Livestock Guardian Dog (LGD) breeds have been used for centuries to protect livestock from predators in Europe and Asia. The most well-known of these breeds in the United States are the Great Pyrenees, Anatolian Shepherds, Akbash and Maremma. Many also work as family and home guardians, and several are assistance dogs to their disabled owners, as they are sturdy enough to provide physical support. With the right socialization, training and physical environment, LGDs can be successful family pets and home protectors. They are generally aloof toward strangers and their size alone is rather intimidating. Though strong, independent-minded and protective, they are normally gentle with children and livestock alike. A common saying among LGD owners is "LGDs are like potato chips - you can't have just one".
Please visit our Library for interesting and useful articles on breeding, behavior, livestock guardians, and medical information.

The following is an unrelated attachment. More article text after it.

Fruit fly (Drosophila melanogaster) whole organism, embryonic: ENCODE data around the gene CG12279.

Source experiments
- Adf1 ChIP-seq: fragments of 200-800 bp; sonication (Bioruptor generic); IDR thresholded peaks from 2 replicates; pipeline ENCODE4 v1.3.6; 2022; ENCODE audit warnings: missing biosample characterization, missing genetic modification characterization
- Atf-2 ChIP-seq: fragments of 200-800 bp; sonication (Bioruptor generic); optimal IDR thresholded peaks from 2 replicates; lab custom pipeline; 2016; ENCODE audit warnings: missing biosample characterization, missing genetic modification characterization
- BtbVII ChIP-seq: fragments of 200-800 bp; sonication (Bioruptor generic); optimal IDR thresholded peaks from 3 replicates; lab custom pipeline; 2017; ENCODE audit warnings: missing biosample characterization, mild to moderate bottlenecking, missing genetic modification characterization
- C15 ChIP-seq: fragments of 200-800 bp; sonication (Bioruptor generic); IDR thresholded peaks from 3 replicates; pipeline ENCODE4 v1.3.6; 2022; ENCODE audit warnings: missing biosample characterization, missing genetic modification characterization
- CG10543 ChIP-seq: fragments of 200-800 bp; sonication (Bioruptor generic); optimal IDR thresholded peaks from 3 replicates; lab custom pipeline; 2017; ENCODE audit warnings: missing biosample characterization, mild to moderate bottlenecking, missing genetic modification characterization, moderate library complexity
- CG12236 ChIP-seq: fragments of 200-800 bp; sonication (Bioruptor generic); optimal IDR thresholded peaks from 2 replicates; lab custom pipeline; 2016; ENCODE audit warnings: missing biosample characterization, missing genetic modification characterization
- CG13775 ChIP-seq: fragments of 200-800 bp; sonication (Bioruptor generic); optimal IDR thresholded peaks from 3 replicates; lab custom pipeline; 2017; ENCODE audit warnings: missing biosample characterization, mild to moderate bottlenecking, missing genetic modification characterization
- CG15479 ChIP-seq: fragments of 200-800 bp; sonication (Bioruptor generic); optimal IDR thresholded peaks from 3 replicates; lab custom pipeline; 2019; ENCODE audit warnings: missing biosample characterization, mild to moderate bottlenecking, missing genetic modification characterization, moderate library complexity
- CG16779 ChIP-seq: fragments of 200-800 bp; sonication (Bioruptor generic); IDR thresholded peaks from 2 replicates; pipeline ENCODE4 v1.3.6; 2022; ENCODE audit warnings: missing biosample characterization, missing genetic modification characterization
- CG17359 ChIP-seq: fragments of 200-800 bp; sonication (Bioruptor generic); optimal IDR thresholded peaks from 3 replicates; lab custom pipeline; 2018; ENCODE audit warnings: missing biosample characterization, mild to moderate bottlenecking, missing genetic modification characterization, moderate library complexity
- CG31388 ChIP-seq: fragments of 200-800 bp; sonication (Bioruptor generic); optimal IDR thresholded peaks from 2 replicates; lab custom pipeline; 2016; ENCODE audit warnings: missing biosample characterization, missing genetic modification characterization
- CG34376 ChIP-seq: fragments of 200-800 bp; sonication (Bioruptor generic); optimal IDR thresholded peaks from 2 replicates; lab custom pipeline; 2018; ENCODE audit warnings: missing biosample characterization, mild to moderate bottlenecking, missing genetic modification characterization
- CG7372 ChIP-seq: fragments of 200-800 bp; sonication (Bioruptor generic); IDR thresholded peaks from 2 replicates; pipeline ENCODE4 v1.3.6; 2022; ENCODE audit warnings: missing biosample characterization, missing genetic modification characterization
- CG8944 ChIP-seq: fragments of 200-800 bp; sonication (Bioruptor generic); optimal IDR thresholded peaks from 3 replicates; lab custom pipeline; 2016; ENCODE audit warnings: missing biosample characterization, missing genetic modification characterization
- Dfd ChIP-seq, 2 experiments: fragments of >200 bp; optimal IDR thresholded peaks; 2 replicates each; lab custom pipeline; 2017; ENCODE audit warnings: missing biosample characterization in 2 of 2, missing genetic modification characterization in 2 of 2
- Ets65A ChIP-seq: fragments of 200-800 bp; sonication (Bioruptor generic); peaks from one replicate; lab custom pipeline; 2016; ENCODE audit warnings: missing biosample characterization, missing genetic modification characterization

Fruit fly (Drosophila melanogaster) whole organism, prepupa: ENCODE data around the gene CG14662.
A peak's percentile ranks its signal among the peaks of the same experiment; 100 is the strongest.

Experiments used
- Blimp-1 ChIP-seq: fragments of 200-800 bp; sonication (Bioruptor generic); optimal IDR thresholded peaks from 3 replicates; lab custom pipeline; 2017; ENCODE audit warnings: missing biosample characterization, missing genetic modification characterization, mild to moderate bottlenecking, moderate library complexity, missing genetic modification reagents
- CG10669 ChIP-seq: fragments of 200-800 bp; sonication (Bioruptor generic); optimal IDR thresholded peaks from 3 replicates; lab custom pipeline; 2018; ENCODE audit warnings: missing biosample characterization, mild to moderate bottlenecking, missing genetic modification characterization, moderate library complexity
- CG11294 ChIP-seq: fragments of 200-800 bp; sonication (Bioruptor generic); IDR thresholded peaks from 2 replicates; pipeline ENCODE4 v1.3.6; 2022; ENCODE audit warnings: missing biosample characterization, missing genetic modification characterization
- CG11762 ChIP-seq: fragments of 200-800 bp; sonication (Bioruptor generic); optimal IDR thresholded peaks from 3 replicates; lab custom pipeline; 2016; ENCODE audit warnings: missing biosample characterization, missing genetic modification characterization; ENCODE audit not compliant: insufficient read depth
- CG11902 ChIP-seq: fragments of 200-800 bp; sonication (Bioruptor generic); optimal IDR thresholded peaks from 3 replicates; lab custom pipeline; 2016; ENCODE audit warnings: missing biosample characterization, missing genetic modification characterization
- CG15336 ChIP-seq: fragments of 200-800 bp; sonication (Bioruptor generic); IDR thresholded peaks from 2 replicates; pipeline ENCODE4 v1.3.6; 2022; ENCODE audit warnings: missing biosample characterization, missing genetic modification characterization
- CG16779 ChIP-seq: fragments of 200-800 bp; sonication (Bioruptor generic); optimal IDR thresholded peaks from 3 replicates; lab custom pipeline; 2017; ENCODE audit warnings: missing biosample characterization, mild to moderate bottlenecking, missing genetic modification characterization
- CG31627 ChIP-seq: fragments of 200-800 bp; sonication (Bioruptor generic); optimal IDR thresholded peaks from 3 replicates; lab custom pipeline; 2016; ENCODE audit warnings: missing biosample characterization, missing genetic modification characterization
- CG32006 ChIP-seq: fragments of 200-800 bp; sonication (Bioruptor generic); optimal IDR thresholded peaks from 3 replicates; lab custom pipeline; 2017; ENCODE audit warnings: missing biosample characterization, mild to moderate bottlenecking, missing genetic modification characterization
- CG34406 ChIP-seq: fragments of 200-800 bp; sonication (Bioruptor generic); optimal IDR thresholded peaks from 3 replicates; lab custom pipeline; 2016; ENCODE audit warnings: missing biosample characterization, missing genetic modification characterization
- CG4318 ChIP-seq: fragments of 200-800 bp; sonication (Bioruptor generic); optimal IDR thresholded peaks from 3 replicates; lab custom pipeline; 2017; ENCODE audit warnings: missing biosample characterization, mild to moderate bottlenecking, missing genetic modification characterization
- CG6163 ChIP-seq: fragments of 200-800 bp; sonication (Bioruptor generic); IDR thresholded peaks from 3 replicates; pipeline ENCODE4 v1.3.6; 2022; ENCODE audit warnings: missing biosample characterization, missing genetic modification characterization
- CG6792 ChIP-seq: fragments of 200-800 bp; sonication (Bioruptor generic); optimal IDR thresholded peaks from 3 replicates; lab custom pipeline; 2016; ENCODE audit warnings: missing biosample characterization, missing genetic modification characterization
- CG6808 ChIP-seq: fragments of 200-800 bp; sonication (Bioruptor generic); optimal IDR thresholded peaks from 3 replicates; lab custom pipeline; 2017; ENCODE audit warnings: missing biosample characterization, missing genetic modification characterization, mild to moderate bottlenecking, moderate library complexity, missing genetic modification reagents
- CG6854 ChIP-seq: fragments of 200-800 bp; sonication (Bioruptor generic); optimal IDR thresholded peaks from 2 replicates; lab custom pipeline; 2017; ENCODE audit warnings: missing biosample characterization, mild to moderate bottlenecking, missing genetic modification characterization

The Anatolian Shepherd Dog Rescue League, Inc has an excellent booklet available on The Ins and Outs of Livestock Guardians. This is a compilation of articles by actual users of Livestock Guardian dogs and is a "must-read" for anyone considering using any breed of LGD.
Click on the link above for directions for ordering.
A range of temperaments can be found within the breeds. Some are better suited as remote pasture guardians where a daily routine is very constant, while some are good in situations where there is a high degree of variety. They may work well on a small farm, in a rural home, or as a city pet. Some may be found in the middle of New York City, others on the sprawling rangelands of Montana. There are enough variations between the breeds, and within members of a single breed, to provide a suitable dog for most situations.
They need daily exercise and the daily discipline of a job to do. This can be provided on an open range, protecting livestock or in a suburban back yard, protecting a family. They have a long puppy-hood and adolescence, often not reaching maturity until 2-1/2 or 3 years of age. During that time, they need training, supervision and a human who is capable of assuming the "alpha" role in their pack.
This site was developed in hopes of providing accurate information to both prospective and current LGD owners on the purchase, care and training of pet and working LGDs. We hope that the insight into the working aspects of these dogs can help both pet and working dog owners better understand the breeds .